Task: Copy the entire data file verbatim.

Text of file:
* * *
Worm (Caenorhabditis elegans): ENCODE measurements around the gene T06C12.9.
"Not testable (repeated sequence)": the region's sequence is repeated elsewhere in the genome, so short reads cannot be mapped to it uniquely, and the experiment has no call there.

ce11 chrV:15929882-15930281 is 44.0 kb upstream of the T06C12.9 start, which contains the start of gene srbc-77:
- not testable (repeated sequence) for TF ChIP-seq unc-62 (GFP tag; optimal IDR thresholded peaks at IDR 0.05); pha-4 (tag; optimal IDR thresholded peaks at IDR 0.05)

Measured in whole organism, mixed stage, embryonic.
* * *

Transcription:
Worm (Caenorhabditis elegans): ENCODE measurements around the gene T06C12.9.
"Not testable (repeated sequence)": the region's sequence is repeated elsewhere in the genome, so short reads cannot be mapped to it uniquely, and the experiment has no call there.

ce11 chrV:15929882-15930281 is 44.0 kb upstream of the T06C12.9 start, which contains the start of gene srbc-77:
- not testable (repeated sequence) for TF ChIP-seq unc-62 (GFP tag; optimal IDR thresholded peaks at IDR 0.05); pha-4 (tag; optimal IDR thresholded peaks at IDR 0.05)

Measured in whole organism, mixed stage, embryonic.